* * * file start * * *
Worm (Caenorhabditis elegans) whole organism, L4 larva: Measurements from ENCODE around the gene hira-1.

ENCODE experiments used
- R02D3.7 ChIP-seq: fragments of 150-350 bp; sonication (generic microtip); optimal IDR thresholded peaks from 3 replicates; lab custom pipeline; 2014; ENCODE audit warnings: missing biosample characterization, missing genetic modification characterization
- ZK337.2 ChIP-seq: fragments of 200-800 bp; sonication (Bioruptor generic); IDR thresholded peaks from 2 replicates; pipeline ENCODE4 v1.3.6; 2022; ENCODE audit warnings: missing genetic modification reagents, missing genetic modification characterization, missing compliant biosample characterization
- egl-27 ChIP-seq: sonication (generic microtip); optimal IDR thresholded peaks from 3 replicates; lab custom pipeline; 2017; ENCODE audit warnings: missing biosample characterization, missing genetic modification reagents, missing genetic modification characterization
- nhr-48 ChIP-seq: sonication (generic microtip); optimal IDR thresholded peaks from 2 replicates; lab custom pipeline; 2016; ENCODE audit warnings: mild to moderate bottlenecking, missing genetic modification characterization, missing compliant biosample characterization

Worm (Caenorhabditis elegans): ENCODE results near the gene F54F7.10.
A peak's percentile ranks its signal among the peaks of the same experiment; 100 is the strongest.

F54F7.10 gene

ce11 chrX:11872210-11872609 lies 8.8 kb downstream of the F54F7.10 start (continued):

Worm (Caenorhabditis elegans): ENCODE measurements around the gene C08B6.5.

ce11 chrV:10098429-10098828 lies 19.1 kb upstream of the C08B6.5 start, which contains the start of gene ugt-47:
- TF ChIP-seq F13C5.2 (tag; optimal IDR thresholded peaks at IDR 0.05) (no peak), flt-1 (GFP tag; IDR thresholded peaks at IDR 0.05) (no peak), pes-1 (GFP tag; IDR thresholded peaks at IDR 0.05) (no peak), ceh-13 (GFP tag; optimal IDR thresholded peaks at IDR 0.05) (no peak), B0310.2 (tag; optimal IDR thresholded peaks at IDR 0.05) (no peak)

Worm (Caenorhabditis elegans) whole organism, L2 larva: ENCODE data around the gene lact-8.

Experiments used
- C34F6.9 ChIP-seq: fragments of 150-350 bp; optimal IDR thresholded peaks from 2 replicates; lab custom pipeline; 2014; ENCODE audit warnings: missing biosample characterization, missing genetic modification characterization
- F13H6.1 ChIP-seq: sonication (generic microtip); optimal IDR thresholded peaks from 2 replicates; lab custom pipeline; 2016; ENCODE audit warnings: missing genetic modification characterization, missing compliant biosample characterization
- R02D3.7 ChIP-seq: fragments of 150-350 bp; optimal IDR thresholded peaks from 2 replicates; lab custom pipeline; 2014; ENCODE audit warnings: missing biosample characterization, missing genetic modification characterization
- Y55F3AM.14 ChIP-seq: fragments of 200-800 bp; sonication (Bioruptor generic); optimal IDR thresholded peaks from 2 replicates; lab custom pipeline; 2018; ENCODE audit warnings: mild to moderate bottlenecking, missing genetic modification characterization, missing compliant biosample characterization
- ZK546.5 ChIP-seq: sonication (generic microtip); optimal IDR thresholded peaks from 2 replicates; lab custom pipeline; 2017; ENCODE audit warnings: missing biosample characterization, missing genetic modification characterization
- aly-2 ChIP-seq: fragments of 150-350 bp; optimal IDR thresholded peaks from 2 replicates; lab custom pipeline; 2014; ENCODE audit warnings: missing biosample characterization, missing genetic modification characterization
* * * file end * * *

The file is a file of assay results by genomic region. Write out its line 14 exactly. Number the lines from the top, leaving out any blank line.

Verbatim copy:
Worm (Caenorhabditis elegans) whole organism, L2 larva: ENCODE data around the gene lact-8.